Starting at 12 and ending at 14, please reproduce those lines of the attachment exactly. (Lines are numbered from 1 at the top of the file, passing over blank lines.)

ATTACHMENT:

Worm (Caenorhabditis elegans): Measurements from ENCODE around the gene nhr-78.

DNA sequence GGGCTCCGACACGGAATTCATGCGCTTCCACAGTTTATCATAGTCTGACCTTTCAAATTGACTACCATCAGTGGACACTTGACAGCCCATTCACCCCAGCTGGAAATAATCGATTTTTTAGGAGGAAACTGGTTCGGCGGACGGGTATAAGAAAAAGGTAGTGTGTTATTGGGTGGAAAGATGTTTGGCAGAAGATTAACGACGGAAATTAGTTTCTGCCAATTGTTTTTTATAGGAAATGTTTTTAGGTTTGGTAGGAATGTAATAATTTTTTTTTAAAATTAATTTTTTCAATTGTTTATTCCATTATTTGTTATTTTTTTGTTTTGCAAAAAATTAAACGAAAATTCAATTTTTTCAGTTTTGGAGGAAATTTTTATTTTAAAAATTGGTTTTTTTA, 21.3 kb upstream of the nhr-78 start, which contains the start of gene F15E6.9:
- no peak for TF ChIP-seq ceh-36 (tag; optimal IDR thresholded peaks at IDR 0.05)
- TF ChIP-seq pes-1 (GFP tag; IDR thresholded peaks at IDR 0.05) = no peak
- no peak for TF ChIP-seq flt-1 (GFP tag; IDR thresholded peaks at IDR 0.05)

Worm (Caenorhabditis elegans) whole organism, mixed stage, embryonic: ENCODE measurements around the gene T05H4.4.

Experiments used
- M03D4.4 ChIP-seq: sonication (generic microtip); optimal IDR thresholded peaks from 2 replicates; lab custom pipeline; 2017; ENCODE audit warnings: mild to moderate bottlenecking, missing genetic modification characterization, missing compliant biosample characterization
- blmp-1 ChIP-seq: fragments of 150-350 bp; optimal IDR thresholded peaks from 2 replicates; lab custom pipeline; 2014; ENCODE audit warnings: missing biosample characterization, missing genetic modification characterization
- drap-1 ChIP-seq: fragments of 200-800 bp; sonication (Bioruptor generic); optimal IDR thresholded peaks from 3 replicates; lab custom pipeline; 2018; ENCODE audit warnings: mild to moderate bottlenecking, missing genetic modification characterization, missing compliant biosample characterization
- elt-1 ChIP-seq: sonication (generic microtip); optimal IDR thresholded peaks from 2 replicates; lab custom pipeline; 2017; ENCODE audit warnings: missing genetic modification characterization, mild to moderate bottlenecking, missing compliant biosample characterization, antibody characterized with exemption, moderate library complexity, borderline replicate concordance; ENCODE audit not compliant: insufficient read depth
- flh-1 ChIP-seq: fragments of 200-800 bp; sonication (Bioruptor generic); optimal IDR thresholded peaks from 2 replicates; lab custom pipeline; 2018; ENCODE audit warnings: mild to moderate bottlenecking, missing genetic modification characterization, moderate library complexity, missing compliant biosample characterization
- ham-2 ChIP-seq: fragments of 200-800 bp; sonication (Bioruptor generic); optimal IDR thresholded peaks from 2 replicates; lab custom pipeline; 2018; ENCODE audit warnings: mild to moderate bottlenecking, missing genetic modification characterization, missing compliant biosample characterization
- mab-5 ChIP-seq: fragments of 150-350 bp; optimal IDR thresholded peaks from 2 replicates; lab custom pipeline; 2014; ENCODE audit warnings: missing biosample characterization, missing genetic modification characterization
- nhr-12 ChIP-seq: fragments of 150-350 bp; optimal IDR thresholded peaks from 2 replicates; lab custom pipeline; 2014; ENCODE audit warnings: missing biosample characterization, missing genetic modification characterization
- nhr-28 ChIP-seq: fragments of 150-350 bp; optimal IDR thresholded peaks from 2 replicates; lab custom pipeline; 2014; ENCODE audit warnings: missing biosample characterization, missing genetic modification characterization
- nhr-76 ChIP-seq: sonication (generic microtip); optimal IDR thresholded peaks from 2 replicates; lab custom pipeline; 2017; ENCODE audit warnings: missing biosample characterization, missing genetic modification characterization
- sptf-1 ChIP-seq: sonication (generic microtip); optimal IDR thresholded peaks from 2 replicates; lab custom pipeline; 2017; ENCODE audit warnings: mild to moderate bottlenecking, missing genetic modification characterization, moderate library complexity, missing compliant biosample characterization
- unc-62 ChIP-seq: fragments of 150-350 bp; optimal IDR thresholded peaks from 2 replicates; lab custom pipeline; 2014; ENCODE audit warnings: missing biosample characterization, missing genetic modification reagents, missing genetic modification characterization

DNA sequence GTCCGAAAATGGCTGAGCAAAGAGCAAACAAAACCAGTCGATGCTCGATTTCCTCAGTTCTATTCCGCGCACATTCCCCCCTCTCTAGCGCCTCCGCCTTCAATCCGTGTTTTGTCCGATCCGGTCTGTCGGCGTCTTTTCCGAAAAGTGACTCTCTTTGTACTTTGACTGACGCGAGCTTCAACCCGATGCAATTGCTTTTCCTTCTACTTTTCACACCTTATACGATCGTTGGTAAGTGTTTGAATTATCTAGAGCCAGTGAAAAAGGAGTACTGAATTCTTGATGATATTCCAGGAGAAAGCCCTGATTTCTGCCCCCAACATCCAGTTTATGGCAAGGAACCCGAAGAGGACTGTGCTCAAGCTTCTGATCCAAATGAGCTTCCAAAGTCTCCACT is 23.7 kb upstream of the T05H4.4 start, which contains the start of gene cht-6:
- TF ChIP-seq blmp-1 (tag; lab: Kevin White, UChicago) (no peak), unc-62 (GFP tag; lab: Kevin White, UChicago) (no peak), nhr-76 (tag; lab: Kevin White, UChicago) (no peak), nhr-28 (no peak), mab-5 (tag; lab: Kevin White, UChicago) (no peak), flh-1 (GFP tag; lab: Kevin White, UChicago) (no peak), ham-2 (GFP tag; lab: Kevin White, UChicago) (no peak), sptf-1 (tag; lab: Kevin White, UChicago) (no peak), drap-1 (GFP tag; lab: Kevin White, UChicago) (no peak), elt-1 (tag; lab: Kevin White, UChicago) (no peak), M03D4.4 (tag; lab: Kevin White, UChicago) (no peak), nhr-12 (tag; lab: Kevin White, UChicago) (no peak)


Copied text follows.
- flh-1 ChIP-seq: fragments of 200-800 bp; sonication (Bioruptor generic); optimal IDR thresholded peaks from 2 replicates; lab custom pipeline; 2018; ENCODE audit warnings: mild to moderate bottlenecking, missing genetic modification characterization, moderate library complexity, missing compliant biosample characterization
- ham-2 ChIP-seq: fragments of 200-800 bp; sonication (Bioruptor generic); optimal IDR thresholded peaks from 2 replicates; lab custom pipeline; 2018; ENCODE audit warnings: mild to moderate bottlenecking, missing genetic modification characterization, missing compliant biosample characterization
- mab-5 ChIP-seq: fragments of 150-350 bp; optimal IDR thresholded peaks from 2 replicates; lab custom pipeline; 2014; ENCODE audit warnings: missing biosample characterization, missing genetic modification characterization